2. A method for automatic speech classification as claimed in claim 1, wherein the performing includes: performing general speech recognition of the feature vectors with the general vocabulary acoustic model set to provide an general vocabulary accumulated maximum likelihood score for word segments of the utterance waveform; and performing digit speech recognition of the feature vectors with the digit acoustic model set to provide a digit vocabulary accumulated maximum likelihood score for word segments of the utterance waveform.

3. A method for automatic speech classification as claimed in claim 2, wherein the classifying includes evaluating the general vocabulary accumulated maximum likelihood score against the digit vocabulary accumulated maximum likelihood score to provide the utterance type.

4. A method for automatic speech classification as claimed in claim 3, wherein the performing general speech recognition provides a general score, the general score being calculated from a selected number of best accumulated maximum likelihood scores obtained from the performing general speech recognition.

5. A method for automatic speech classification as claimed in claim 4, wherein he performing digit speech recognition provides a digit score, the digit score being calculated from a selected number of best accumulated maximum likelihood scores obtained from the performing digit speech recognition.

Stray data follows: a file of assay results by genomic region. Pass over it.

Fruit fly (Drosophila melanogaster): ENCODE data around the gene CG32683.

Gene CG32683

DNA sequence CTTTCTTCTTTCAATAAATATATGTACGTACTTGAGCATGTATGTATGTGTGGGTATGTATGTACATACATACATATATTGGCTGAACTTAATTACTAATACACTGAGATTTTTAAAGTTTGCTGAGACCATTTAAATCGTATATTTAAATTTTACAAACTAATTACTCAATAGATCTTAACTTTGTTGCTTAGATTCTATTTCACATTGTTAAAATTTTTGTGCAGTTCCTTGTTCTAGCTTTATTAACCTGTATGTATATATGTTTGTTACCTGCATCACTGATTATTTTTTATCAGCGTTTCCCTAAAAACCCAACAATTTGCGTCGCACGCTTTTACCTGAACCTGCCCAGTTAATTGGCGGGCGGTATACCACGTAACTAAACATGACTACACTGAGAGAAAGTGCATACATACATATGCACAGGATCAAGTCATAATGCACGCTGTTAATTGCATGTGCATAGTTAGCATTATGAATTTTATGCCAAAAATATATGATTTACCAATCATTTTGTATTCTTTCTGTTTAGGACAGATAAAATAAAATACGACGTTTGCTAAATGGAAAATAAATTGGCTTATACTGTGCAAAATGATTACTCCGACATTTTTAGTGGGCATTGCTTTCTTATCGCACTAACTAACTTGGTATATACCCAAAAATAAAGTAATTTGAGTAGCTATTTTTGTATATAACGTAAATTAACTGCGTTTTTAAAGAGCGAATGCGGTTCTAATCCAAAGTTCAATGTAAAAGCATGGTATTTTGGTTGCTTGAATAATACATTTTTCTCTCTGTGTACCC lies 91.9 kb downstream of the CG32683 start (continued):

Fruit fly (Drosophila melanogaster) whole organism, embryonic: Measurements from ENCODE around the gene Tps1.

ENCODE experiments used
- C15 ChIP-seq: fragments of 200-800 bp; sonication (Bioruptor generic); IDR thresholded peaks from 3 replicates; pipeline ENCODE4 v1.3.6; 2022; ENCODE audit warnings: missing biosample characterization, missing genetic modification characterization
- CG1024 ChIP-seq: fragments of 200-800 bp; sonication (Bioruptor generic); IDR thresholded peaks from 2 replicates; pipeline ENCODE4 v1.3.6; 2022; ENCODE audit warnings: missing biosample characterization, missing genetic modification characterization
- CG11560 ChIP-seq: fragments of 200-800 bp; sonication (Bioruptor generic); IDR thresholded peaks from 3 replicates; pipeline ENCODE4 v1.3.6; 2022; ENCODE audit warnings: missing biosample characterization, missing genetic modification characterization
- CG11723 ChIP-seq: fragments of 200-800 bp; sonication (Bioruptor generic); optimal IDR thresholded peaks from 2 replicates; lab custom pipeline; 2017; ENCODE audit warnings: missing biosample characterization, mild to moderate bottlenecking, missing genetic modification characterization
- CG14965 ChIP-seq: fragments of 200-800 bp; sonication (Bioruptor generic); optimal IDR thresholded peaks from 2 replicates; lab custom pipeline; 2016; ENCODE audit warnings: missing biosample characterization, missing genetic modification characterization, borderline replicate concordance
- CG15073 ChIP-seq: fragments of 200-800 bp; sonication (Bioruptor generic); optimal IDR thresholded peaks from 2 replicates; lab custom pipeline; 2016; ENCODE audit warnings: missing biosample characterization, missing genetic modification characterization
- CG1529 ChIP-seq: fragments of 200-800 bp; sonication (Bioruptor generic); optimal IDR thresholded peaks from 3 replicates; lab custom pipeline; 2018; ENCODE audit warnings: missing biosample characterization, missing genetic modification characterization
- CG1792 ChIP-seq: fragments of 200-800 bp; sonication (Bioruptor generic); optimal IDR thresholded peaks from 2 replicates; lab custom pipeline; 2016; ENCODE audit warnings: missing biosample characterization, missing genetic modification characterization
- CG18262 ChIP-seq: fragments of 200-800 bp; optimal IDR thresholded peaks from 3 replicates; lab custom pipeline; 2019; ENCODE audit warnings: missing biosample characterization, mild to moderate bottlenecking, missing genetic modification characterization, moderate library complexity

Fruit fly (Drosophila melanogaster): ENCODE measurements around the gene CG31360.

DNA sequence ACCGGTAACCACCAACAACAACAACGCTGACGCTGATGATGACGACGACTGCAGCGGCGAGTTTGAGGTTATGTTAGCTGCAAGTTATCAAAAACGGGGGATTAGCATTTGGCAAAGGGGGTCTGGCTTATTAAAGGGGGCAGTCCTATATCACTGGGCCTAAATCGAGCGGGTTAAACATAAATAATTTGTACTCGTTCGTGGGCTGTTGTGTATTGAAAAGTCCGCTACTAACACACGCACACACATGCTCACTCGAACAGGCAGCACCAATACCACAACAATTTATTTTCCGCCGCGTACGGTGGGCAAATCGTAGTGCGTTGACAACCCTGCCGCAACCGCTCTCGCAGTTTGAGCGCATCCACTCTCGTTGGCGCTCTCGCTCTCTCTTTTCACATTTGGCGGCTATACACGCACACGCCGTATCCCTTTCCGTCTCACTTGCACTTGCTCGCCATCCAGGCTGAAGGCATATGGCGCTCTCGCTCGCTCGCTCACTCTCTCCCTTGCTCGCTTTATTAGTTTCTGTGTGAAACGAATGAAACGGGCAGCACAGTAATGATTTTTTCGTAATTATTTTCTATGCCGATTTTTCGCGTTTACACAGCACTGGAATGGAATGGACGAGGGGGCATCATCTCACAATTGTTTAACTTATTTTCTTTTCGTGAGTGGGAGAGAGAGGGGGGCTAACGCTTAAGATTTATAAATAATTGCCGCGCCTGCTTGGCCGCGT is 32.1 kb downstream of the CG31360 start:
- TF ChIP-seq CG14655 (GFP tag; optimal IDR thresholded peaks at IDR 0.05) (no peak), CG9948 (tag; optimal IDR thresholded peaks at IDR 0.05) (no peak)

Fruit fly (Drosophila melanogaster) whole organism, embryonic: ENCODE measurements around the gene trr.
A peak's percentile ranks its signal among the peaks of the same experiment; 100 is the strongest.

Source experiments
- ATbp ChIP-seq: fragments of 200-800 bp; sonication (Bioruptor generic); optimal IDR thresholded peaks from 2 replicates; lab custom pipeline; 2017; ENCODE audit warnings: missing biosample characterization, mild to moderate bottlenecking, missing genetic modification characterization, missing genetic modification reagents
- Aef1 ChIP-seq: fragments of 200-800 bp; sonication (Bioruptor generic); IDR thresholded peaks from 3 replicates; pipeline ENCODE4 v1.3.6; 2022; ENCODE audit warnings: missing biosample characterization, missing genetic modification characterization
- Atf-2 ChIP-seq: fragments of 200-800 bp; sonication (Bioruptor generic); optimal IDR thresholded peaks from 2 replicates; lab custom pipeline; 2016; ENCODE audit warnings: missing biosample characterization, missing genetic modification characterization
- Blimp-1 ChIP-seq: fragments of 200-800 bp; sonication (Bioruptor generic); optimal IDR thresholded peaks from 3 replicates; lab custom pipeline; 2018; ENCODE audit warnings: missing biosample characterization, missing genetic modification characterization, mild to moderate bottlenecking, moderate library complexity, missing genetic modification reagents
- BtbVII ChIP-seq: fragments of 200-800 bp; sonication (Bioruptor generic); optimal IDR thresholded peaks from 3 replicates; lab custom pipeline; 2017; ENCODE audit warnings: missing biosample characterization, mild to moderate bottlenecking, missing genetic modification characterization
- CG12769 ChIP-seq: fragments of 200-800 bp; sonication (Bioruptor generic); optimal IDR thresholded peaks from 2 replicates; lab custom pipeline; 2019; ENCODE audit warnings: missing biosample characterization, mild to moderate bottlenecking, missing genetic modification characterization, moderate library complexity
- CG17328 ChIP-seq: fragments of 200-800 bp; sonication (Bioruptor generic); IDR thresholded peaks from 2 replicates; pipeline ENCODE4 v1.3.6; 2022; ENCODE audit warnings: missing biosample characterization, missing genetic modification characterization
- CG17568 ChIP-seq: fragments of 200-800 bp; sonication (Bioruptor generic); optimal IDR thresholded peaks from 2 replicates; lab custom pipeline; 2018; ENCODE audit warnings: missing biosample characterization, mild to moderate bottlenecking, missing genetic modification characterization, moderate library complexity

6. A method for automatic speech classification as claimed in claim 5, wherein the evaluating also includes evaluating the general score against the digit score to provide the utterance type.

7. A method for automatic speech classification as claimed in claim 3, wherein the processing includes partitioning the waveform into word segments comprising frames, the word segments being analyzed to provide the feature vectors representing the waveform.

8. A method for automatic speech classification as claimed in claim 7, wherein the performing general speech recognition provides an average general broad likelihood score per frame of a word segment.

9. A method for automatic speech classification as claimed in claim 8, wherein the performing digit speech recognition provides an average digit broad likelihood score per frame of a word segment.

10. A method for automatic speech classification as claimed in claim 9, wherein the evaluating also includes evaluating the average general broad likelihood score per frame against the average digit broad likelihood score per frame for the utterance waveform.